GW4 world-first supercomputer launched at national exhibition
Press release issued: 30 March 2017
The supercomputer, known as Isambard, is being developed by GW4 researchers in collaboration with the Met Office and Cray Inc.
The GW4 Alliance has unveiled the world’s first ARM-based production supercomputer at today’s EPSRC launch at the Thinktank science museum in Birmingham.
The EPSRC awarded the GW4 Alliance, together with Cray Inc. and the Met Office, £3m to deliver a new Tier 2 high performance computing (HPC) service that will benefit scientists across the UK.
The supercomputer, named ‘Isambard’ after the renowned Victorian engineer Isambard Kingdom Brunel, will enable researchers to choose the best hardware system for their specific scientific problem, saving time and money.
Isambard is able to provide system comparison at high speed as it includes over 10,000, high-performance 64-bit ARM cores, making it one of the largest machines of its kind anywhere in the world.
It is thought that the supercomputer, which has already received international acclaim, could provide the template for a new generation of ARM-based services.
Isambard is being assembled at its new home, the Met Office, where EPS and climate scientists will work together to gain first-hand insights into how their scientific codes need to be adapted to emerging computational architectures.
Professor Simon McIntosh-Smith, lead academic on the project at the University of Bristol said: “We’re delighted with the reaction that Isambard has received within the high performance computing community. Since we announced the system we’ve been contacted by a wide range of world-class academic and industrial HPC users asking for access to the service.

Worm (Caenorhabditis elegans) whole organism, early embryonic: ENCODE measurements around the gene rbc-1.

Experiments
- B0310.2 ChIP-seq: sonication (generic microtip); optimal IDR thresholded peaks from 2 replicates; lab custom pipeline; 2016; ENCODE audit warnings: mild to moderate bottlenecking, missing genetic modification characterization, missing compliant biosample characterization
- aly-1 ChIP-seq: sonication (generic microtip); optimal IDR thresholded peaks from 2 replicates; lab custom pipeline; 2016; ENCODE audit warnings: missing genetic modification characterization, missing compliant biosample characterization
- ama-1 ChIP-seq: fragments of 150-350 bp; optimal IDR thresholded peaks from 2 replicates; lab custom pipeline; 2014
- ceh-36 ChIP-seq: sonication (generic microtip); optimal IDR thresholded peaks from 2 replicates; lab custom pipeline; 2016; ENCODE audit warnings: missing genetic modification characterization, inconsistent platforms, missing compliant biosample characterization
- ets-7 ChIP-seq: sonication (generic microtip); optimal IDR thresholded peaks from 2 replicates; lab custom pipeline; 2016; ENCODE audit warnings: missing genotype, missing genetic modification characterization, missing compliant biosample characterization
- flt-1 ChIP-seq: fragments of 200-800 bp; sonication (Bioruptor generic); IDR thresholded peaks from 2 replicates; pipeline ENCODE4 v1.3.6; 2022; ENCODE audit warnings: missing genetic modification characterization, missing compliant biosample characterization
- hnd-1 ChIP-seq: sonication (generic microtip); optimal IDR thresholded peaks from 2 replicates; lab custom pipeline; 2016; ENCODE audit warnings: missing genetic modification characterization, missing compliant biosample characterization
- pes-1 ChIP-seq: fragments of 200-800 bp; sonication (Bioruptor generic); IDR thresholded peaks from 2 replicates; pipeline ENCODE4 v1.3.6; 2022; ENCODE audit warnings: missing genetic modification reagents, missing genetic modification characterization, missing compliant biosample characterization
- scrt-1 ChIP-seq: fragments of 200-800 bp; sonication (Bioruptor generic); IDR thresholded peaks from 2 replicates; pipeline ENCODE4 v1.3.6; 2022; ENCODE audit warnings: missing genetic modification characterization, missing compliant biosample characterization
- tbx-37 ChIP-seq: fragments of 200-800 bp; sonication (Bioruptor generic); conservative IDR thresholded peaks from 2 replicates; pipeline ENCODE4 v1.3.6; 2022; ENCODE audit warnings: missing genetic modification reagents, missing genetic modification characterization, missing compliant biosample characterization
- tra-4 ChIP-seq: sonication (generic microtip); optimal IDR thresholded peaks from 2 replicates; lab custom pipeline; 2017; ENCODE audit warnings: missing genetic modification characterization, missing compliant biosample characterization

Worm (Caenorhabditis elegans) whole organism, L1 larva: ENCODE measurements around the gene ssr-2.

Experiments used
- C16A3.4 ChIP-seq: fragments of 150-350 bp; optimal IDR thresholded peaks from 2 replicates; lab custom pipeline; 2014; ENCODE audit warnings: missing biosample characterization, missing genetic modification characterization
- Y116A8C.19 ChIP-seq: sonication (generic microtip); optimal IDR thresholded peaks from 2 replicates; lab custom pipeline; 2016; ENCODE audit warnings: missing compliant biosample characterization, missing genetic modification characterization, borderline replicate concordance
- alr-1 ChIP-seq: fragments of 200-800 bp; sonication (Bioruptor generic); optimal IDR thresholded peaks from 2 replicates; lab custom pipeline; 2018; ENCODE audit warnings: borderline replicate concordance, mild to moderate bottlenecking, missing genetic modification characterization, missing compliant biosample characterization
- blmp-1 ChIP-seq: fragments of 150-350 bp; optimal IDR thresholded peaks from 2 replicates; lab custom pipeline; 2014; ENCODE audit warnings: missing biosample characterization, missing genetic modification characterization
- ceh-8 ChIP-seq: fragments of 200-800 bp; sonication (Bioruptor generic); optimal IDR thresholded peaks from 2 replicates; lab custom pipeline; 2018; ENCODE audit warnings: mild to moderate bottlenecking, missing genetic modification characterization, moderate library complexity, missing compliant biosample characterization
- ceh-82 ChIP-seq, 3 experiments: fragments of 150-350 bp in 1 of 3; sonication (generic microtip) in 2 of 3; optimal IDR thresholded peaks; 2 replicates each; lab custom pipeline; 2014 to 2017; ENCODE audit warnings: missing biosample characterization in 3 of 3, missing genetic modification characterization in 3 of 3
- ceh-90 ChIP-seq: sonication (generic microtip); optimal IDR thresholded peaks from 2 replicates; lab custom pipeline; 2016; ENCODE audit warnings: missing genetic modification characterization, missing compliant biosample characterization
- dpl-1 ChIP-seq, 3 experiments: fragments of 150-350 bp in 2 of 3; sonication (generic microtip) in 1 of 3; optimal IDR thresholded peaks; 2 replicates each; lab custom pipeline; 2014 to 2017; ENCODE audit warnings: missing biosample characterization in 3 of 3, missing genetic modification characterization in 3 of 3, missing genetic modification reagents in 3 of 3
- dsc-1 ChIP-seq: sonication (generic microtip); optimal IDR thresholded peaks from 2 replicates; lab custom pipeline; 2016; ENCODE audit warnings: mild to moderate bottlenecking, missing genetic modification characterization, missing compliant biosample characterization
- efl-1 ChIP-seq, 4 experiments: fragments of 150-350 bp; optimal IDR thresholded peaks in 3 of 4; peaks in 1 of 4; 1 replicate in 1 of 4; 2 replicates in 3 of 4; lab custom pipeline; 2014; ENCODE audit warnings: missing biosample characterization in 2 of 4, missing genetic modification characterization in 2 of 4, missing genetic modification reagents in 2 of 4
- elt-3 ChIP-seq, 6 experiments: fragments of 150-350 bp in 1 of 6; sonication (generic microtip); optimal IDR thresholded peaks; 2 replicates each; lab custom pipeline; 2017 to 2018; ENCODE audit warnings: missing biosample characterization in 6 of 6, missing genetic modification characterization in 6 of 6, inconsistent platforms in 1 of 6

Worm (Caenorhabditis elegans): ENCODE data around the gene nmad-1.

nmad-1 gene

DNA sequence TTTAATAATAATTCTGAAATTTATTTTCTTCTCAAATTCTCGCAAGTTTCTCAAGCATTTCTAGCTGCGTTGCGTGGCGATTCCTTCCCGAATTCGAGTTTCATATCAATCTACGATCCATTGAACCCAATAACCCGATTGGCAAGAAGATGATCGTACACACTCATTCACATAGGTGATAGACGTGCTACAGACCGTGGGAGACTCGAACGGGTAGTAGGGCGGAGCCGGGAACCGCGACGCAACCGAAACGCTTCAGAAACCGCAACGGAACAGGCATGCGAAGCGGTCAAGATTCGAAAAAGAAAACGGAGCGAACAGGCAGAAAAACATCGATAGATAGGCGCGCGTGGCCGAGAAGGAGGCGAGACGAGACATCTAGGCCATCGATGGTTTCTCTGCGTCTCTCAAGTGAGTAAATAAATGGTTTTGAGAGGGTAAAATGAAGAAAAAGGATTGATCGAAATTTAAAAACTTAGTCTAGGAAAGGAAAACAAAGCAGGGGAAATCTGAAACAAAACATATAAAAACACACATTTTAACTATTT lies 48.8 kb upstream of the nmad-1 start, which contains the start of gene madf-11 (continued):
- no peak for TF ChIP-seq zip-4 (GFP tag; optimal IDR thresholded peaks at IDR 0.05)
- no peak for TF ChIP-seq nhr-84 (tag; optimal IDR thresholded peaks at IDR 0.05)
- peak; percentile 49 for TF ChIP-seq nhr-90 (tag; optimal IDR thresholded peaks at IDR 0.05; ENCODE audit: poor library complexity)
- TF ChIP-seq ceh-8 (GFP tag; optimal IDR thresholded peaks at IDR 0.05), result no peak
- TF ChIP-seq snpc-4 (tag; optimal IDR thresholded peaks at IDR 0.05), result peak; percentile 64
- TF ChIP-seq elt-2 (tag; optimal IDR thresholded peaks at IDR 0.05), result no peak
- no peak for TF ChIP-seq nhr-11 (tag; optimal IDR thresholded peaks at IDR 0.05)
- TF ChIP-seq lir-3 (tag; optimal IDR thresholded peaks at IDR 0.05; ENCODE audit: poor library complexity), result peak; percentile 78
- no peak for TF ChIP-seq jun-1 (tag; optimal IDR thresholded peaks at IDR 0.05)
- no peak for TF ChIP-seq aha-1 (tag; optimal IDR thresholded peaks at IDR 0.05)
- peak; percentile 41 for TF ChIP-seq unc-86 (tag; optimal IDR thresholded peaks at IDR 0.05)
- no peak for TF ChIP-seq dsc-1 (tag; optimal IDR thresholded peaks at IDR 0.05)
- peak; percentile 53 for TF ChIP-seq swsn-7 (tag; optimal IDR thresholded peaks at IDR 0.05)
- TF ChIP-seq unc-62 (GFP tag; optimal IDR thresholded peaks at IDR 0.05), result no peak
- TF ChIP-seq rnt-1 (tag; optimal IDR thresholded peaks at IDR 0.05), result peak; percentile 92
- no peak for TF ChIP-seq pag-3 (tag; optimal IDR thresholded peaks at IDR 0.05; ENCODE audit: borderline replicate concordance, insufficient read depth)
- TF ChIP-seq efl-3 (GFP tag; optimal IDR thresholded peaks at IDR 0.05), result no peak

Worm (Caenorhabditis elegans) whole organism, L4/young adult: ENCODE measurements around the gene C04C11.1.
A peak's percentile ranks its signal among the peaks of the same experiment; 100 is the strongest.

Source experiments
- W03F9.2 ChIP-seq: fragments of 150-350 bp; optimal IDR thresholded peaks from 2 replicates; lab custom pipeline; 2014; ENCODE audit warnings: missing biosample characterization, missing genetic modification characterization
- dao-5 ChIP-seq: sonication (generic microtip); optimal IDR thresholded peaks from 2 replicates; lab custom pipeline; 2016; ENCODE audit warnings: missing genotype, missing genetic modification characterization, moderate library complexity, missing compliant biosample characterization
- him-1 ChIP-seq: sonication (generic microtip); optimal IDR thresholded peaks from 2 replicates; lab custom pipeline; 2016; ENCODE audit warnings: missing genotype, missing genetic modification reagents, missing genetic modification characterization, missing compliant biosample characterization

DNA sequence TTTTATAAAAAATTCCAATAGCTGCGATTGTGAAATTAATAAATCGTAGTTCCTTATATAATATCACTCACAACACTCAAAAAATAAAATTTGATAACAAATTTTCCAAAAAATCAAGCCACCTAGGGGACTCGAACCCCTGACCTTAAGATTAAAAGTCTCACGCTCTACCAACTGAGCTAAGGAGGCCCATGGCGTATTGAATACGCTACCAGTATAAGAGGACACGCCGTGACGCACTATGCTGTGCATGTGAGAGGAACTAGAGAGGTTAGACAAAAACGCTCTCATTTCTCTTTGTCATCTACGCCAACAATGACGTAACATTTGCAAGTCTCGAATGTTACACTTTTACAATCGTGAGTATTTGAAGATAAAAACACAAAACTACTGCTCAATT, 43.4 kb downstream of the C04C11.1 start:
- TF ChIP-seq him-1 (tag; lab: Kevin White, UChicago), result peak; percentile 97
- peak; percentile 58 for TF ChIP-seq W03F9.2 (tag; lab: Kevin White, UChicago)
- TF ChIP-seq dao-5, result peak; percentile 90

The GW4 Isambard project is able to offer a high-quality production environment for direct comparison across a wide range of architectures with class-leading software tools, and this is proving to be an exciting combination.”
Professor Nick Talbot, Chair of the Board for the GW4 Alliance and Deputy Vice-Chancellor for Research and Impact at the University of Exeter, said: "We have been delighted to work with partners Cray Inc and the Met Office on this project, which has demonstrated how GW4’s collaborative ethos can produce truly world-leading outcomes.
Isambard exemplifies our region’s expertise in advanced engineering and digital innovation, and we hope it could provide the blueprint for a new era of supercomputing worldwide.”
Established in 2013, the GW4 Alliance brings together four leading research-intensive universities: Bath, Bristol, Cardiff and Exeter. It aims to strengthen the economy across the region through undertaking pioneering research with industry partners.